Thursday, January 19, 2017

An outright moron

“As democracy is perfected, the office of president represents, more and more closely, the inner soul of the people. On some great and glorious day the plain folks of the land will reach their heart's desire at last and the White House will be adorned by a downright moron.”

— H.L. Mencken, On Politics

I am not altogether certain that Mencken was right in his initial conditions.  That is, I don't think that democracy has been perfected.  If anything, we have gotten ourselves off track with regard to democracy.  And his approach seems rooted somewhat in the ahistorical belief that our political institutions were set up, in those heady days of 1787, primarily to avoid "mob rule."

I have no doubt that the highly educated men who wrote and debated and instituted our great Constitution were rightly suspicious of the uneducated masses.  They were fearful of the great mass of people who, lacking resources, obtained no great measure of book-learning beyond that necessary to work and pray, which in most cases was none at all, and they did not want those people pulling the levers of government directly in any sense.

But, even then, politics and horse-trading were afoot.  The Electoral College exists, it was said in those days, and specifically in Federalist No. 68 (authored by the now-popular Alexander Hamilton), as a bulwark against mob rule by interposing an erudite, discreet body of the best qualified individuals between the easily inflamed passions of the people and the Presidency.  That was, however, merely the sales pitch.  The real motivation behind the Electoral College was to ensure that smaller states received outsize say in the election, in exchange for their support of the new Constitution.

In No. 68, Hamilton also argued that the existence of the Electoral College "affords a moral certainty, that the office of President will never fall to the lot of any man who is not in an eminent degree endowed with the requisite qualifications." Rather than the popular choice, the body is designed to produce the right choice, the definition of which Hamilton kindly provided.  "The true test of a good government," Hamilton said, "is its aptitude and tendency to produce a good administration."

In No. 63, James Madison, writing about the Senate (but in any event talking about government generally), said:

Thus far I have considered the circumstances which point out the necessity of a well constructed senate, only as they relate to the representatives of the people. To a people as little blinded by prejudice, or corrupted by flattery, as those whom I address, I shall not scruple to add, that such an institution may be sometimes necessary, as a defence to the people against their own temporary errors and delusions. As the cool and deliberate sense of the community ought in all governments, and actually will in all free governments ultimately prevail over the views of its rulers; so there are particular moments in public affairs, when the people stimulated by some irregular passion, or some illicit advantage, or misled by the artful misrepresentations of interested men, may call for measures which they themselves will afterwards be the most ready to lament and condemn. In these critical moments, how salutary will be the interference of some temperate and respectable body of citizens, in order to check the misguided career, and to suspend the blow mediated by the people against themselves, until reason, justice and truth, can regain their authority over the public mind? What bitter anguish would not the people of Athens have often escaped, if their government had contained so provident a safeguard against the tyranny of their own passions? Popular liberty might then have escaped the indelible reproach of decreeing to the same citizens, the hemlock on one day, and statues on the next.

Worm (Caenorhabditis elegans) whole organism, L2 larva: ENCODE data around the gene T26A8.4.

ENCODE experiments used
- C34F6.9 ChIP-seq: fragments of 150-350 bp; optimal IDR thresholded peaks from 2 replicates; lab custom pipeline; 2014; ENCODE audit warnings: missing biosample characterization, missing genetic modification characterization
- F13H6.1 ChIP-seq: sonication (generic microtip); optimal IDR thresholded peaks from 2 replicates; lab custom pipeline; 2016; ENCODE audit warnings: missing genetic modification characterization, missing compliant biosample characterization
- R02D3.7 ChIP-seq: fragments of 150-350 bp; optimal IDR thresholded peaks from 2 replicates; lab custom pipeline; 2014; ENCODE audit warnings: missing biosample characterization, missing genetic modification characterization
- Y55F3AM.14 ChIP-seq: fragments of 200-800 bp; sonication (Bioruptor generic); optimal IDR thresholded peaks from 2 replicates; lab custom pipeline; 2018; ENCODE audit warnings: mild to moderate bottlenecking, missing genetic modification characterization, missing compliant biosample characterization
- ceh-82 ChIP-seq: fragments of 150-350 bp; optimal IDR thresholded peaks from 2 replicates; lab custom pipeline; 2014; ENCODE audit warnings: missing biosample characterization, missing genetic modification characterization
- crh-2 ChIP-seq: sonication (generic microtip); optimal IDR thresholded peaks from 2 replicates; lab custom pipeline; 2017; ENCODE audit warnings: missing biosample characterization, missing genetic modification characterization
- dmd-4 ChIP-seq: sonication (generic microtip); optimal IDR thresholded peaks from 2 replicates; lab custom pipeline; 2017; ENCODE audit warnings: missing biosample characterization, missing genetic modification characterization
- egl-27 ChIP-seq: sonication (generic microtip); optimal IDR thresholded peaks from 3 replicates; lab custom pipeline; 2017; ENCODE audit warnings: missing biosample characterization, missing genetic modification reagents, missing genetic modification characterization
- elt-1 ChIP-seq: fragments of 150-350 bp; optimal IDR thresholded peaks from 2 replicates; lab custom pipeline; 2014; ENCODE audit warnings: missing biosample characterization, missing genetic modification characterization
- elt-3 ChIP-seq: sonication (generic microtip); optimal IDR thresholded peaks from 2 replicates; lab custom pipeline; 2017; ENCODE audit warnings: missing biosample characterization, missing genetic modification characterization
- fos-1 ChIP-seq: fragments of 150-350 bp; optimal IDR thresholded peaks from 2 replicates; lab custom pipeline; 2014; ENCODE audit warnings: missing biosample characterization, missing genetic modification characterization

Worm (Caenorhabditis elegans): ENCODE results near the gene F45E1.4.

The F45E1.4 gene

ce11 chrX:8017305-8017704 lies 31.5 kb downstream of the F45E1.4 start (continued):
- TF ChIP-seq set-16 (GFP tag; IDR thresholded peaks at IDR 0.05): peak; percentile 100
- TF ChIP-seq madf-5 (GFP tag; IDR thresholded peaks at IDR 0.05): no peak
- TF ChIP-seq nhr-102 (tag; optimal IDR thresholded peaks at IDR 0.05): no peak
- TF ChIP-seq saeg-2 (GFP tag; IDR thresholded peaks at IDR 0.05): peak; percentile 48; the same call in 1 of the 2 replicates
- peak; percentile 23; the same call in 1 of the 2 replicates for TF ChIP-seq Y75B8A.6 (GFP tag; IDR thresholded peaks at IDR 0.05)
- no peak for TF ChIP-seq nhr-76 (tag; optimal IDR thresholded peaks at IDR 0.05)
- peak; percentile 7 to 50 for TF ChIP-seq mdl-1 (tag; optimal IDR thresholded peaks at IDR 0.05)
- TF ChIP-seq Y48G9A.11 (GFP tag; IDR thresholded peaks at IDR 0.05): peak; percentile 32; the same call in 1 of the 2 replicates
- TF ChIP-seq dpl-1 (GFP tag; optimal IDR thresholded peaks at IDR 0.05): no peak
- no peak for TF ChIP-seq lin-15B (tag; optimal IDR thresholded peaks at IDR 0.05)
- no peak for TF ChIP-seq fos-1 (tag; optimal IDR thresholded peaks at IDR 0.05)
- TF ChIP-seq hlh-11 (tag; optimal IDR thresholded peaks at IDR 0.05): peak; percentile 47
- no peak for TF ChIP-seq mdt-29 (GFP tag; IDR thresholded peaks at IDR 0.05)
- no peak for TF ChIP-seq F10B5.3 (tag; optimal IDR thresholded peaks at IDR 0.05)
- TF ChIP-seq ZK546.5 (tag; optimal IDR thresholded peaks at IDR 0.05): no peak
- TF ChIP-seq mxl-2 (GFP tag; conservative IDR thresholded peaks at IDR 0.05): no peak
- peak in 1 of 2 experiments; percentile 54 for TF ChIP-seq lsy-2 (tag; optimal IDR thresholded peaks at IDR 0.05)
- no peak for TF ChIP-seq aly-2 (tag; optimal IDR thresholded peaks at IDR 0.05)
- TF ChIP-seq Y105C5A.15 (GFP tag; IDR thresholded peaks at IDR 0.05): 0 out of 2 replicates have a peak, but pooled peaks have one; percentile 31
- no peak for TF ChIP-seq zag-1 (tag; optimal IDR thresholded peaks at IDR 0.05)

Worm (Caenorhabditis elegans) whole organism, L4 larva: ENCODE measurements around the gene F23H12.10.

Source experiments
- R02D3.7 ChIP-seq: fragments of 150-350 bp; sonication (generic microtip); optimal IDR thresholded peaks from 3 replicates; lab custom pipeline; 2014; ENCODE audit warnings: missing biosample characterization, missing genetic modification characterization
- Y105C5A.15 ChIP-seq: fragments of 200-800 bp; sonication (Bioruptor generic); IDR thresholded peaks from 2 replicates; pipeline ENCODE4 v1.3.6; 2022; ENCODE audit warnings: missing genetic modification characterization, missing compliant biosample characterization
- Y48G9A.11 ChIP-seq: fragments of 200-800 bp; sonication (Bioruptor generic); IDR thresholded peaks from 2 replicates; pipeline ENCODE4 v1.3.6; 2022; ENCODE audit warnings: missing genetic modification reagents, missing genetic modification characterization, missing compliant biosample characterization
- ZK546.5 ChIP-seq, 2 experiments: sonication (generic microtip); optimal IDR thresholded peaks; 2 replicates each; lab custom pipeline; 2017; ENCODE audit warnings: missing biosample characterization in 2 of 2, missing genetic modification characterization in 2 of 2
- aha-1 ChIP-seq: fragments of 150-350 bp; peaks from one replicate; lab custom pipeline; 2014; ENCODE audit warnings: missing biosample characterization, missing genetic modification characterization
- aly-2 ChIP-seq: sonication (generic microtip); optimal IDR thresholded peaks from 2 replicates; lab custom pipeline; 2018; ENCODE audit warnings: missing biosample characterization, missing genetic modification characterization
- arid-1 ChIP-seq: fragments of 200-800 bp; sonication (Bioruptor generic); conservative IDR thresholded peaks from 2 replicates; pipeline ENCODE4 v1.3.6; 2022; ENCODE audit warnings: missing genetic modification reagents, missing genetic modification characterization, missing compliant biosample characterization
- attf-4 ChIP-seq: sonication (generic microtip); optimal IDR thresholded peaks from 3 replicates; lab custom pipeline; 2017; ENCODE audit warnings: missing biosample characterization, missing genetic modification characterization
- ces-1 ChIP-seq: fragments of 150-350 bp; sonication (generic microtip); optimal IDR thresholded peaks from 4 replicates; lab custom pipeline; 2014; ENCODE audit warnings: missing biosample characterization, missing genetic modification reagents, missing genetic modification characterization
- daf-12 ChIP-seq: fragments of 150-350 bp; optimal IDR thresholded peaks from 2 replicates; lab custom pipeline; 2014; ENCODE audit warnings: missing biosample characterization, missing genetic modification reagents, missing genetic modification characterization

It seems Madison knew his posterity better than we know ourselves. But what he and Hamilton and the others could not have anticipated is the degree to which people of such defective ideology as the Republicans are vomiting out these days might, through gamesmanship and subterfuge, gain absolute control over the levers of power and use them to implement a bastard form of tyranny—a tyranny of anarchy (except, of course, in the bedroom).

And that brings us to Mencken.  What Mencken got right is that as we progress through our long descent into self-destruction, the "people," not a majority of us, but the loudest among us, would see the fulfillment of their apparently highest desire:  A President who lacks any reasonable qualifications and whose basic functional intent is to monkeywrench the government—or, as Mencken put it, an outright moron.

It has been said before that we were already there.  Ronald Reagan was no great shakes in the brain department, but he could say his lines and hit his marks.  George W. Bush spoke and acted like a moron until the gravity of events pulled him into a regular orbit.

But nobody tops Trump, at least not in the category of "outright moron."  (I shudder to think of who might outpoint the Fascist Cheeto on that score. Thankfully, Justin Bieber is Canadian and therefore ineligible to serve.)

And here we are, less than 24 hours away, and that outright moron will be the President of the United States—together with his record-low approval rating, his "work when I want to" attitude, his insistence on personal loyalty instead of competence and expertise, and his cabinet of idiots and sycophants.  I'll side with Hamilton:  The true test of a good government is its aptitude and tendency to produce a good administration—and all signs are pointing to "unmitigated disaster."  So much for the protection of the Electoral College.  Thanks a lot, Hamilton.

I will leave it to others to hope for the best.  I believe that the ship has sailed on "the best," and if we can simply survive the next four years, that will be yuuuge.

Monday, January 9, 2017